Katie had ambitious plans for us during this session!
One group began by selecting from last weeks’ artworks to create a showcase of the processes and ideas they had explored. Each member had their own individual publication that documented their outcomes from the previous week. As a group they worked together to design a collaborative cover which was then printed on the Risograph using coloured paper and the ‘Riso’ trademark fluro inks. Georgia de Buriatte (Saturday Club assistant and BA Printmaking 3rd year student) shared her bookbinding skills with the group, showing us how to fold and saddle stitch the pages so we all had our own finished book.
The other half of the group became an editorial team; selecting images and developing text about the Saturday Club projects this year, which will become a publication for us to keep and share. Katie talked about working with Studio 3015 at Winchester School of Art and the process of designing in a team to create books, magazines, posters, prospectus and all kinds of printed matter. She showed us some examples of the projects she has worked on and how different printing methods, binding and paper choices all affect the visual message of the content. The publication team annotated and edited text about each workshop session and chose from the stock of photographs taken each week to showcase both the outcomes as well as the materials and methods used.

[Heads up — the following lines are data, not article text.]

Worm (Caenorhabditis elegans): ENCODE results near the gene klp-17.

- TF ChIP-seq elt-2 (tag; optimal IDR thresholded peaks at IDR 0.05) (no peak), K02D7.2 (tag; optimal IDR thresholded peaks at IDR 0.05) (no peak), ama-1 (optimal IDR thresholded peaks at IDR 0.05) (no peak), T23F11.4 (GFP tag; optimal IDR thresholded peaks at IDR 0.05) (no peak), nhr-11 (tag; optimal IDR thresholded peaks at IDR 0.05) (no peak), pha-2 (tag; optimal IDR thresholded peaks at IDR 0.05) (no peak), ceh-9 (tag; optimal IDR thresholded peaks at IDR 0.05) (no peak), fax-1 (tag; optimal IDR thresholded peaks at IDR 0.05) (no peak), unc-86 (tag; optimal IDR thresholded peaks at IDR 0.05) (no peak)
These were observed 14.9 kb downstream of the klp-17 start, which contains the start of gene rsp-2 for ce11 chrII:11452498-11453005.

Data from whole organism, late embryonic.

Half way through the morning we swapped around so everyone got a chance to use the mighty Risograph, make their own book and have their input into the publication.
The WSA Saturday Club year book will also be printed on the Risograph, when it is finished we will share on the blog so keep your eyes peeled…
Here is bit more about the Risograph:
“The Risograph is an environmentally friendly and cost effective printer, which uses soy-based inks to produce unique outcomes. Each stencil (master) is made from thermal sensitive paper and unlike offset printing it only takes a single print for the screen to be fully inked and ready to print thousands of copies. The Risograph is extremely energy efficient and generates a minimal amount of waste.” – Hato Press